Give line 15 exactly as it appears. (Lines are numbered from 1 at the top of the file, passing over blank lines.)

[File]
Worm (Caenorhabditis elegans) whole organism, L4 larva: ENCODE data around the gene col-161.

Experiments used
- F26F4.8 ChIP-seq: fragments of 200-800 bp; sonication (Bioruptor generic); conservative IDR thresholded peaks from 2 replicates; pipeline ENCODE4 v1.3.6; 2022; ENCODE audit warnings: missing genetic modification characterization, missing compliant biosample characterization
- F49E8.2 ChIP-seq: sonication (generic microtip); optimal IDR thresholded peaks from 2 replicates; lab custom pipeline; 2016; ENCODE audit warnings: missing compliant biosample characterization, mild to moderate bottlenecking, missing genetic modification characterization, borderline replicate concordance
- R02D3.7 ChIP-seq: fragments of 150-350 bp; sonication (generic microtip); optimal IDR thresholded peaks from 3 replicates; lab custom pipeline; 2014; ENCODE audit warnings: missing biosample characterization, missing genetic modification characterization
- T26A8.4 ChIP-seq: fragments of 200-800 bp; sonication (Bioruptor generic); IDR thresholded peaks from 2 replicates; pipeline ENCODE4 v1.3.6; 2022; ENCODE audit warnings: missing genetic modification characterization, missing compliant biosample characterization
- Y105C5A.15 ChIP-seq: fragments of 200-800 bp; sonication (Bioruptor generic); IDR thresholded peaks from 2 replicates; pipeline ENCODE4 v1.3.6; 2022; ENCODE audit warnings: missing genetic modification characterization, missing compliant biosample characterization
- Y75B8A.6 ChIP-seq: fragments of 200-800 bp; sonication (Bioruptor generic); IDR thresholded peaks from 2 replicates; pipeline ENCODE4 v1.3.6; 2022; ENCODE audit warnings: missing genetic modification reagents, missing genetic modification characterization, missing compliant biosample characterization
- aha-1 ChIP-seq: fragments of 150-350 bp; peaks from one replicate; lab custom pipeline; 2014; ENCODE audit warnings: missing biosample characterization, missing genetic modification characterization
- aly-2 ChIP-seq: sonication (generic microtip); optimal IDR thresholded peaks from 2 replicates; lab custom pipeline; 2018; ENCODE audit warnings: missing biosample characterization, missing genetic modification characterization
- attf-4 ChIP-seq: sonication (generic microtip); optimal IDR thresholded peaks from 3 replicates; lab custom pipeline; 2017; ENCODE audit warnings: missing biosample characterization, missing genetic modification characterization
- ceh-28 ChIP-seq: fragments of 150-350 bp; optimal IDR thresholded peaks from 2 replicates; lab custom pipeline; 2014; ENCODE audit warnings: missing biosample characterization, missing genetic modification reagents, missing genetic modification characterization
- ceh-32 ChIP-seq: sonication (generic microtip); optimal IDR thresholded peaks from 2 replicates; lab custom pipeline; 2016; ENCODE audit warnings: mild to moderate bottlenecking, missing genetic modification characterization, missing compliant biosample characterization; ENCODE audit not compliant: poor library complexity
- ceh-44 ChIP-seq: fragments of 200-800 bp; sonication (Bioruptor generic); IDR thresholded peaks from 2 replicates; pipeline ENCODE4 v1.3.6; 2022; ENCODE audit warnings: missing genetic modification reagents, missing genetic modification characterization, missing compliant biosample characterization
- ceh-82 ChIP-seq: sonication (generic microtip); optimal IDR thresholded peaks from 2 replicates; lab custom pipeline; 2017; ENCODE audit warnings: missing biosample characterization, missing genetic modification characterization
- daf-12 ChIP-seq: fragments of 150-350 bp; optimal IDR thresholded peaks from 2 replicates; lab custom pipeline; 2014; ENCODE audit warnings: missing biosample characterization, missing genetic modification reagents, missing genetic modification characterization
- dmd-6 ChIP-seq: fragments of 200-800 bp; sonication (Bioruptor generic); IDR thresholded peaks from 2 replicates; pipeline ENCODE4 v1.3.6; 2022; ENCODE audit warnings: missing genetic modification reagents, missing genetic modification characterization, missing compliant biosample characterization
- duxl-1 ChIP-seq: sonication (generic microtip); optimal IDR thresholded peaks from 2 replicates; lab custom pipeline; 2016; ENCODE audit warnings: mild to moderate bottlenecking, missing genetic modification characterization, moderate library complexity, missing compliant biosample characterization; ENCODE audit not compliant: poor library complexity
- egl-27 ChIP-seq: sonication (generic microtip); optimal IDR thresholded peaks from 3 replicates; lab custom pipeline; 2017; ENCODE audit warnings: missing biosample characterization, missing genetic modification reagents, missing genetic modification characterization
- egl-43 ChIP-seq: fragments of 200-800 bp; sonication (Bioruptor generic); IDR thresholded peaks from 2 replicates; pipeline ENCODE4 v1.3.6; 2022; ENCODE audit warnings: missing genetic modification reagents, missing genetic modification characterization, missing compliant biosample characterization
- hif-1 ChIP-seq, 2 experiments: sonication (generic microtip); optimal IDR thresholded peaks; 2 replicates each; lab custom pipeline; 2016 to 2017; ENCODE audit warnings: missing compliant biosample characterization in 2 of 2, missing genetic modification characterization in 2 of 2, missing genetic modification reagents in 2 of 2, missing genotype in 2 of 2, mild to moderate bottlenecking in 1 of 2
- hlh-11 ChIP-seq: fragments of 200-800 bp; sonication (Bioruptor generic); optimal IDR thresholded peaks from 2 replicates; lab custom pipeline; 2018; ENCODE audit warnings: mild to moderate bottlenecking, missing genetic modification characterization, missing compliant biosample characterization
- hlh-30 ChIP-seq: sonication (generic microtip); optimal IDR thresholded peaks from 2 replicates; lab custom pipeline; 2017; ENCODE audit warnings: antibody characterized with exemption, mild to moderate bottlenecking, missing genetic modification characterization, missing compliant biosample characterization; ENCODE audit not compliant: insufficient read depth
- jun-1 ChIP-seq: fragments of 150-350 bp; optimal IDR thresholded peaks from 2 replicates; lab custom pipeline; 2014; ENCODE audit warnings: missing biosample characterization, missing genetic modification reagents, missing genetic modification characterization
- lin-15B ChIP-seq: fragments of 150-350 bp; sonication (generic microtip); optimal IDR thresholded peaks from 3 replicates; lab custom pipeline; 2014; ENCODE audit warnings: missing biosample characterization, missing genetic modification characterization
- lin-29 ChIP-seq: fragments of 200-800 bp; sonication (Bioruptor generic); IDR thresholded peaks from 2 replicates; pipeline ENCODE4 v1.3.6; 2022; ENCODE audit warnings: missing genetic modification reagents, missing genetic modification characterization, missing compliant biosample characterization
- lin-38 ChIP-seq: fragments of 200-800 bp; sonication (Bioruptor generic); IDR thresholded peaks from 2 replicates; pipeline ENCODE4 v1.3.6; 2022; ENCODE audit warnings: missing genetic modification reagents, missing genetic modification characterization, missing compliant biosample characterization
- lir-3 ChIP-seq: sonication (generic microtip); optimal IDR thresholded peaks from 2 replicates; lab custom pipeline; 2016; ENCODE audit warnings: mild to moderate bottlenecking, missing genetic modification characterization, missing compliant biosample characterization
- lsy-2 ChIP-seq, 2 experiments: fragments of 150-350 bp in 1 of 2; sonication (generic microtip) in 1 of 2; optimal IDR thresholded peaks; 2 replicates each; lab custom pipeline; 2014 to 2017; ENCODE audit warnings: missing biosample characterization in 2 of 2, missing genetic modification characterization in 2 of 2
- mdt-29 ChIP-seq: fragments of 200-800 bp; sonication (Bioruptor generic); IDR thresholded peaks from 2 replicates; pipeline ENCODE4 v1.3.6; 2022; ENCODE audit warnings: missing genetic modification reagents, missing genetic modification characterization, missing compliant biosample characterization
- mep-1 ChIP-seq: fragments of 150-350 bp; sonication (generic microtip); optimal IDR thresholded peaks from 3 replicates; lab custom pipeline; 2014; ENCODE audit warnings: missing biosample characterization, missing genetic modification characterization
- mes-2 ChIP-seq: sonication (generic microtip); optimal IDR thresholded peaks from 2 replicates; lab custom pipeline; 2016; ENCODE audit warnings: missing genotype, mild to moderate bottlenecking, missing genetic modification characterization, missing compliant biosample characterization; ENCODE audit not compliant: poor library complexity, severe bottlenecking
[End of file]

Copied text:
- ceh-82 ChIP-seq: sonication (generic microtip); optimal IDR thresholded peaks from 2 replicates; lab custom pipeline; 2017; ENCODE audit warnings: missing biosample characterization, missing genetic modification characterization